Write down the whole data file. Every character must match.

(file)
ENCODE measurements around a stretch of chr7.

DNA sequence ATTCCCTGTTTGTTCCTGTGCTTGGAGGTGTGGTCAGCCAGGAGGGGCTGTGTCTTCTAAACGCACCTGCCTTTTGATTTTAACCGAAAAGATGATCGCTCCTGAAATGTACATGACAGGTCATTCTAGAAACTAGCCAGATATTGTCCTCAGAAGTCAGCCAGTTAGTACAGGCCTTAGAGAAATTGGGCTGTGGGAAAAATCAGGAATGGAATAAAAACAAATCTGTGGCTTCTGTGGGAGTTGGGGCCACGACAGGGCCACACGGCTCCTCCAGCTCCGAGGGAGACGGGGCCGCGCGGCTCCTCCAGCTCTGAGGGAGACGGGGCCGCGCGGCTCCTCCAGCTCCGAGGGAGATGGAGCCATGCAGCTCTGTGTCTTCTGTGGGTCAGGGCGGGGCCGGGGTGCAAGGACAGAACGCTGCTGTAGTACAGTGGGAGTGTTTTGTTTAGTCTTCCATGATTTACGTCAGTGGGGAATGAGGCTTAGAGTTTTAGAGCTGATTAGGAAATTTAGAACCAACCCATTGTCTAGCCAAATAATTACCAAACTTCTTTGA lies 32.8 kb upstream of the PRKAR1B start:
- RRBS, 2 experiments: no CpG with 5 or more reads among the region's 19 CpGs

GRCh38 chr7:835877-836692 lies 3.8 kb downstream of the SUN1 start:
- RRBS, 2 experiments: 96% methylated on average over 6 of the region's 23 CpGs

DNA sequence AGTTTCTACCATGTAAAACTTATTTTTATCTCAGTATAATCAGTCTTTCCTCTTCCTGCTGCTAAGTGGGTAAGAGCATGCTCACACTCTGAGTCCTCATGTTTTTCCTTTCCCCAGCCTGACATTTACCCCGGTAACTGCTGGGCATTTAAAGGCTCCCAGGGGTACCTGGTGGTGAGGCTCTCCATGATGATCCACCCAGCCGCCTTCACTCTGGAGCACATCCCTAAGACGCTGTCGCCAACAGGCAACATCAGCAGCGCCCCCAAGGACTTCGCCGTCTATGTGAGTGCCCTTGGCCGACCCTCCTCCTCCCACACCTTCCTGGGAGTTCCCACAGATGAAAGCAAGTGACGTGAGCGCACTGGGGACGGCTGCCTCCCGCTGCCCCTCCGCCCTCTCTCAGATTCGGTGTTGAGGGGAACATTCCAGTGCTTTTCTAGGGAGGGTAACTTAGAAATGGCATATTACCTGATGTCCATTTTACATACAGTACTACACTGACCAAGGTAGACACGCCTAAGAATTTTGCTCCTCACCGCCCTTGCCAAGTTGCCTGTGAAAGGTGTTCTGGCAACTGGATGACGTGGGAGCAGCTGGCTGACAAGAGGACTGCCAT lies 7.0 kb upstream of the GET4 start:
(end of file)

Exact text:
ENCODE measurements around a stretch of chr7.

DNA sequence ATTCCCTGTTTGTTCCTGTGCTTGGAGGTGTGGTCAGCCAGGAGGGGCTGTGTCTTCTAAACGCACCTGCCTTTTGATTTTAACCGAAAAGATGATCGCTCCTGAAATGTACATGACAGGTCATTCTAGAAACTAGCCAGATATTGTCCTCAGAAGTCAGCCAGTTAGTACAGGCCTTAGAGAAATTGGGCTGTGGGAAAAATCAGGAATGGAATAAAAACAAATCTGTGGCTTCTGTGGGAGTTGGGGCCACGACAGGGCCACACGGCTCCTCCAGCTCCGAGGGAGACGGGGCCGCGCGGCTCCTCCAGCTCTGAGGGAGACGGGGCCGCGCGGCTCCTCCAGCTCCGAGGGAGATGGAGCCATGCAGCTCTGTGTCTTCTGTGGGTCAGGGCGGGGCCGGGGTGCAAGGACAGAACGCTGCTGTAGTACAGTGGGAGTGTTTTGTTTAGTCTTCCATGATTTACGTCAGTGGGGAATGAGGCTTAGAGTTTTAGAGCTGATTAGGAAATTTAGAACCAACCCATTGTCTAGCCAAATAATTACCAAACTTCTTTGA lies 32.8 kb upstream of the PRKAR1B start:
- RRBS, 2 experiments: no CpG with 5 or more reads among the region's 19 CpGs

GRCh38 chr7:835877-836692 lies 3.8 kb downstream of the SUN1 start:
- RRBS, 2 experiments: 96% methylated on average over 6 of the region's 23 CpGs

DNA sequence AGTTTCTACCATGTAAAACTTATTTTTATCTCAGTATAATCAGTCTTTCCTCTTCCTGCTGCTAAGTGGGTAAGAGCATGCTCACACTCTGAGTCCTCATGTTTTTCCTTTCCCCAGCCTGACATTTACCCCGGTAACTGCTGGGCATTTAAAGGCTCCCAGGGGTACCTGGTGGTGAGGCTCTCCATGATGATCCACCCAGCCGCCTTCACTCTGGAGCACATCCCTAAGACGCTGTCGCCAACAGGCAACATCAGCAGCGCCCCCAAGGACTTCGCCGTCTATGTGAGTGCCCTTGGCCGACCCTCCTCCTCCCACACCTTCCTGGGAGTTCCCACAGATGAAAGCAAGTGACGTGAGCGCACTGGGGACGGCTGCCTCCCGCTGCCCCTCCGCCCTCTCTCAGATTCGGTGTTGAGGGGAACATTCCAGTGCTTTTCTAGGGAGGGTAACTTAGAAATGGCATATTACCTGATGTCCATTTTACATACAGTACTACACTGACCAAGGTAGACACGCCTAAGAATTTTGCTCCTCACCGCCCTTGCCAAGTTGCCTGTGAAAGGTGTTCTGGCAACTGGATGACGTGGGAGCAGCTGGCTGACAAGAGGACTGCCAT lies 7.0 kb upstream of the GET4 start: